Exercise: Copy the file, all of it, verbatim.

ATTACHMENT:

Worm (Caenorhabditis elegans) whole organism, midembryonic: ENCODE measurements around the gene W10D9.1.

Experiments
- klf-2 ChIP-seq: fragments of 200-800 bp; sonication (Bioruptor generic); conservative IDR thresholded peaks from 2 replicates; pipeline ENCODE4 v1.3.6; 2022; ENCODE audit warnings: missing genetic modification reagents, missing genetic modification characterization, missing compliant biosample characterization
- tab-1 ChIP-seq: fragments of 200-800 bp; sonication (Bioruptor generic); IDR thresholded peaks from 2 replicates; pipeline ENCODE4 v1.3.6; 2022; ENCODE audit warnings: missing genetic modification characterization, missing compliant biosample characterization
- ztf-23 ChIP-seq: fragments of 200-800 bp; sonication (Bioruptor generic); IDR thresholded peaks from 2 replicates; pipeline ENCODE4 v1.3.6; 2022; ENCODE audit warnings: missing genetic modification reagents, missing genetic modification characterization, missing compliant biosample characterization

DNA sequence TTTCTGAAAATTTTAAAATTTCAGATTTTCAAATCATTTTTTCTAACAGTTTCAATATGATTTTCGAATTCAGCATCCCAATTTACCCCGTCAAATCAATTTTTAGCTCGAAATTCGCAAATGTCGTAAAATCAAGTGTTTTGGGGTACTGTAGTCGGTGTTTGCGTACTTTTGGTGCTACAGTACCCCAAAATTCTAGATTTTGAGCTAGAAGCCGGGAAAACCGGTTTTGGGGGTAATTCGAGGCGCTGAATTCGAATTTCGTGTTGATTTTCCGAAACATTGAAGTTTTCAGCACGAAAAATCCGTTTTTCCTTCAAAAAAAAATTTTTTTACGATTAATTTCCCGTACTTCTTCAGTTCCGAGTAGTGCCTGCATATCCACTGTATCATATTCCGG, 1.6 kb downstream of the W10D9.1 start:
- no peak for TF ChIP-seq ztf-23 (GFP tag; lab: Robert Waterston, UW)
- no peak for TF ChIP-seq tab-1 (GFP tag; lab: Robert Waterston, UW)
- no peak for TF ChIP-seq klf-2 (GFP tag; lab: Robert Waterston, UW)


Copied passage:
Worm (Caenorhabditis elegans) whole organism, midembryonic: ENCODE measurements around the gene W10D9.1.

Experiments
- klf-2 ChIP-seq: fragments of 200-800 bp; sonication (Bioruptor generic); conservative IDR thresholded peaks from 2 replicates; pipeline ENCODE4 v1.3.6; 2022; ENCODE audit warnings: missing genetic modification reagents, missing genetic modification characterization, missing compliant biosample characterization
- tab-1 ChIP-seq: fragments of 200-800 bp; sonication (Bioruptor generic); IDR thresholded peaks from 2 replicates; pipeline ENCODE4 v1.3.6; 2022; ENCODE audit warnings: missing genetic modification characterization, missing compliant biosample characterization
- ztf-23 ChIP-seq: fragments of 200-800 bp; sonication (Bioruptor generic); IDR thresholded peaks from 2 replicates; pipeline ENCODE4 v1.3.6; 2022; ENCODE audit warnings: missing genetic modification reagents, missing genetic modification characterization, missing compliant biosample characterization

DNA sequence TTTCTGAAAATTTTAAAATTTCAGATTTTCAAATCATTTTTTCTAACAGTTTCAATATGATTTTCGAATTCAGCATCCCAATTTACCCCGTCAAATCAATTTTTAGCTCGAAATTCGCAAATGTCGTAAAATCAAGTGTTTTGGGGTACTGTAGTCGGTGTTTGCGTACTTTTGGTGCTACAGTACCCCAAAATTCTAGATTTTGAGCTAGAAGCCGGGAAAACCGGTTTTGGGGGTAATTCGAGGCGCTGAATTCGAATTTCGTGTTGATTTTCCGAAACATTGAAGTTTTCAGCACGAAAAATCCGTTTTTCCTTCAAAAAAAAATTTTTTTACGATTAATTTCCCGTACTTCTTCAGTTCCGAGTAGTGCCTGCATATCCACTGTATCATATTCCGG, 1.6 kb downstream of the W10D9.1 start:
- no peak for TF ChIP-seq ztf-23 (GFP tag; lab: Robert Waterston, UW)
- no peak for TF ChIP-seq tab-1 (GFP tag; lab: Robert Waterston, UW)
- no peak for TF ChIP-seq klf-2 (GFP tag; lab: Robert Waterston, UW)